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Blind Mice Finds Sales Everywhere

San Diego-based 3 Blind Mice Window Coverings has experienced amazing growth.

The company, which was established in 2003, recorded $300,000 in sales in its first year and $2.8 million in 2004 , an increase of more than 800 percent.

Scott Dietz, founder and owner of the company, said the firm is on track to hit the $5 million mark in 2005.

With 50 employees, the company specializes in blinds, shutters and window tinting for private and commercial customers and has provided its services for the TV show “Extreme Makeover.”

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The company attributes its significant growth to the local real estate, condo conversion and remodeling industries, which are in need of its services.

Three Blind Mice recently added a new office in Las Vegas and has representatives in Temecula, Riverside, Long Beach, Palm Springs and Los Angeles.

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Street Smarts:

When hiring, businesses weigh just as much importance on college degrees as they do real-life experience, according to a quarterly survey by San Diego-based TEC International, the world’s largest organization of chief executives of small and medium-sized businesses.

The survey, which was released March 8, reveals that 94 percent of the chief executive officers surveyed think street smarts are important when hiring management.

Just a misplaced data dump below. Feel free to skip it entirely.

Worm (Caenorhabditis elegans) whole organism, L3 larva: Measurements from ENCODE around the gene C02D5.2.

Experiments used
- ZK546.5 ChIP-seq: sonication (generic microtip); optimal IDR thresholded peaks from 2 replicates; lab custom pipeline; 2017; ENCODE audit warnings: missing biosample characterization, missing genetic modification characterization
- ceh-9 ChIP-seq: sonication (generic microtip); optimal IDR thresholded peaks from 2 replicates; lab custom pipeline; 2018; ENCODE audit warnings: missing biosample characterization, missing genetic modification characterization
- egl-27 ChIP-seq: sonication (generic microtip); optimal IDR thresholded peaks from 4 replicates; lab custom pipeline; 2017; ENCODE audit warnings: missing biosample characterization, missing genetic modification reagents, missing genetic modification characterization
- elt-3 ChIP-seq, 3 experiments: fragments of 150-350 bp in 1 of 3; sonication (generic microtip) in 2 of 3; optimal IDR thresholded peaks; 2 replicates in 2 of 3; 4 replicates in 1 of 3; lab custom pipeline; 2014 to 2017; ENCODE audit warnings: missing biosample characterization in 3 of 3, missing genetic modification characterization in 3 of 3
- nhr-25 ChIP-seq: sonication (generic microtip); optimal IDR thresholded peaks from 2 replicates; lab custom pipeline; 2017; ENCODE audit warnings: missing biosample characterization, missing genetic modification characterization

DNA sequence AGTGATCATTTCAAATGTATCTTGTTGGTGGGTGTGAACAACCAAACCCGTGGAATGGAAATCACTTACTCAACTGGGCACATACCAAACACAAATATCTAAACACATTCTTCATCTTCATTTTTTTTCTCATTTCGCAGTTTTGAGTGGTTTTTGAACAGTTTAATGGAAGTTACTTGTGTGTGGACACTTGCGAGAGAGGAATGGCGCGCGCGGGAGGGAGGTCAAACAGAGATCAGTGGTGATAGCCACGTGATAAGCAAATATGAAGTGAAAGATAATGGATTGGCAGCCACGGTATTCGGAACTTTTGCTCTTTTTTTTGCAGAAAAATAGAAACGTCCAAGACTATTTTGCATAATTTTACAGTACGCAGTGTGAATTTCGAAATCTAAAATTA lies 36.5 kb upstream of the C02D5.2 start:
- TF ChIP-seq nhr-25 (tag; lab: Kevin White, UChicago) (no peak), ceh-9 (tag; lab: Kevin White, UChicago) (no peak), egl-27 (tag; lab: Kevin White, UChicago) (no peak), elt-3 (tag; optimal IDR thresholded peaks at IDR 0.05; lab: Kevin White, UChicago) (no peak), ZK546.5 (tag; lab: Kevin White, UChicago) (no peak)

Only 1 percent said book smarts was the only thing they look for when hiring management and 5 percent answered a combination of the two.

The survey reinforces what many have seen in the business world for the last several years as company’s look for potential candidates with a combination of experience and knowledge.

The TV show “The Apprentice” with Donald Trump plays off the street smarts vs. book smarts concept as it pits college graduates against those with only a high school degree to see which professionals offer the most to businesses.

Susan Long, the president of San Diego-based Diving Unlimited International, Inc., which manufactures diving equipment, said that experience and results are two of the most important values in a potential employee.

Long, who does not have a college degree, said that those who have college degrees are in no way considered a better employee than those who don’t.

“I would take them (someone with experience) 12 times over someone (who just has a degree),” Long said.

The fact that people get paid more and are considered more of a value simply because they have a degree is strange, Long said, adding that companies should hire based on results.

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Workshop Scheduled:

SCORE, counselors to America’s small business, is hosting an Internet marketing workshop from 9 a.m. to 1 p.m. March 17 at the Mission Valley campus of Point Loma Nazarene University, 4007 Camino del Rio S. The cost is $64-$74. For information, call (619) 557-7272.


Send small-business news to Lisa Kovach via fax at (858) 571-3628 or e-mail at lkovach@sdbj.com. Call her at (858) 277-6359, Ext. 3107.

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